A body frame of motorcycle 1 is formed so as to include a main frame structure consisting of a head pipe 2, main pipes 3 connected to the head pipe 2, down tubes 4 connected to the head pipe 2, center pillars 5 integrally formed with the down tubes 4 and connected to the main pipes 3, seat rails 6 connected to the main pipes 3, and back stays 7 connecting the center pillars 5 and the seat rails 6 with each other (See FIG. 1).
In addition, a rear fork 12 is swingably supported via pivot bolts 9 from a pair of left and right brackets 8 associated with the center pillars 5 in the proximity of their connecting portions with the above-mentioned back stays 7. The rear fork 12 can be pivotably supported either by a pair of left and right pivot bolts 9 aligned on the same pivotal axis or by a single pivot shaft supported by the pair of left and right brackets 8. Therefore, throughout this specification, a term "pivot axle" is used to generally represent such a pair of pivot bolts aligned on the same pivotal axis or a single pivot shaft. A rear cushion 23 has its top end portion supported by brackets 10 associated with the main pipe 3 and its bottom end portion supported by a link 11 connected to brackets 19 associated with the rear fork 12. And a rear wheel RW is supported by a rear end portion of the rear fork 12.
FIG. 2 shows the above-mentioned rear fork 12 in an appearance view. This rear fork 12 is constructed of a pair of rear fork arms 13 made of rectangular pipes, joint members 15 externally fitted and connected to the respective rear fork arms 13, a cross pipe 20 made of a rectangular pipe which is fitted in and connected to the both Joint members 15, and pivot pipe holding members 21 fitted and connected to the tip end portions of the respective rear fork arms 13, and as a whole, it presents a generally H-shaped configuration.
The configurations of these respective constituent members are obvious from FIG. 3 (a cross-section view taken along the plane indicated by line III--III in FIG. 2) and FIG. 4 (a disintegrated perspective view of the rear fork 12).
The joint member 15 includes a rear fork arm pinching portion 16 having a U-shaped cross-section, a rectangular barrel-shaped portion 17 having a cross pipe fitting bore 18 of rectangular shape in cross-section, and a bracket 19 provided on the rectangular barrel-shaped portion as projecting therefrom, and it is integrally formed through a die casting process, a low-pressure casting process or a forging process.
In addition, at the rear end portions of the rear fork arms 13 are formed rear axle supporting holes 14, and in the pivot pipe holding member 21 to be fitted to this tip end portion of the rear fork arm 13 is integrally provided a pivot pipe 22 in which the above-described pivot bolt 9 (FIG. 1) is inserted.
Upon building up the rear fork 12, after a structural adhesive agent (epoxy resin, acrylic resin, etc.) has been applied to the inner wall surfaces of the rear fork arm pinching portions 16 and the cross pipe fitting bores 18 of the joint members 15, the respective rear fork arms 13 are fitted in the rear fork arm pinching portions 16 of the corresponding joint members 15, further the opposite end portions of the cross pipe 20 are fitted in the cross pipe fitting bores 18 of the respective joint members 15, and the tip end portions of the rear fork arms 13 are fitted into rectangular bores of the pivot pipe holding members 21 having the above-described adhesive agent applied onto the inner wall surfaces of the rectangular bores. Then, after the respective members have been coupled by means of rivets R (or pins) for the purpose of preventing displacement of the members, a curing treatment of the adhesive agent is performed. It is to be noted that the sequence of building up the rear fork 12 is not always limited to the above-mentioned procedures. In FIG. 3, bold lines A indicate adhesive agent layers.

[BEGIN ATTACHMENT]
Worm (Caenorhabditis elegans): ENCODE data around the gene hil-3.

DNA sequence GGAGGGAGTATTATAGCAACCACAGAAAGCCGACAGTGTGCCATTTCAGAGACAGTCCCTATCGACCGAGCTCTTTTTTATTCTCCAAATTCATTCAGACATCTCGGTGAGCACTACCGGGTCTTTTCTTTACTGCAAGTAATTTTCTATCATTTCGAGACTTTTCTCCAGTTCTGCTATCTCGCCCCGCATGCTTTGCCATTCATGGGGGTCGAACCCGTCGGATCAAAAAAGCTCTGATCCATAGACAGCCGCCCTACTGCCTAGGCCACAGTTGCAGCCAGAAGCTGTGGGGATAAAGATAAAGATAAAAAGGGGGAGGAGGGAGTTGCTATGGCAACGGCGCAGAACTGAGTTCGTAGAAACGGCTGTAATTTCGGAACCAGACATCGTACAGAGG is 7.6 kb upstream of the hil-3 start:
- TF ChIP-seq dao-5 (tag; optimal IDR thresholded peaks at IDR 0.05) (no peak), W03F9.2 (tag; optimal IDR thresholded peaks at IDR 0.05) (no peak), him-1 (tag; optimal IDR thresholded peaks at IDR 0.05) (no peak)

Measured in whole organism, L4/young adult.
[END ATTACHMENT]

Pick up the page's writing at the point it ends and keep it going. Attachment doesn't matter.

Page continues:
As described above, according to the illustrated embodiment, since the pair of rear fork arms 13 are connected to each other with an adhesive agent by the cross pipe 20 via the pair of joint members 15 provided with the rear fork arm pinching portions 16 having a U-shaped cross-section, a mechanical strength of the member material is not degraded at all in distinction from welding joint, and hence sufficient reduction of weight can be achieved by eliminating a surplus wall thickness.
In addition, as a result of employment of an adhesive connecting process, it has become possible to make the respective members constituting the rear fork 12 of different metals (such as, for example, Al-alloy and steel, Al-alloy and Mg-alloy, Mg-alloy and steel, etc.), and this can greatly contribute to realization of reduction of weight as well as reduction of cost.
Furthermore, besides the merits that skilled operatives are not necessitated, thermal deformation would not occur, building up is simple and an operation efficiency is improved in distinction from a welding joint process, there is a merit that a curing treatment of an adhesive agent can be performed by making use of a baking step for a coating.
It is to be noted that since the adhesive connection surfaces between the rear fork arm pinching portion 16 having a U-shaped cross-section and the rear fork arm 13 made of a rectangular pipe are sufficiently broad, and moreover since they are connected as reinforced by the rivets R, a great mechanical strength of connection can be obtained.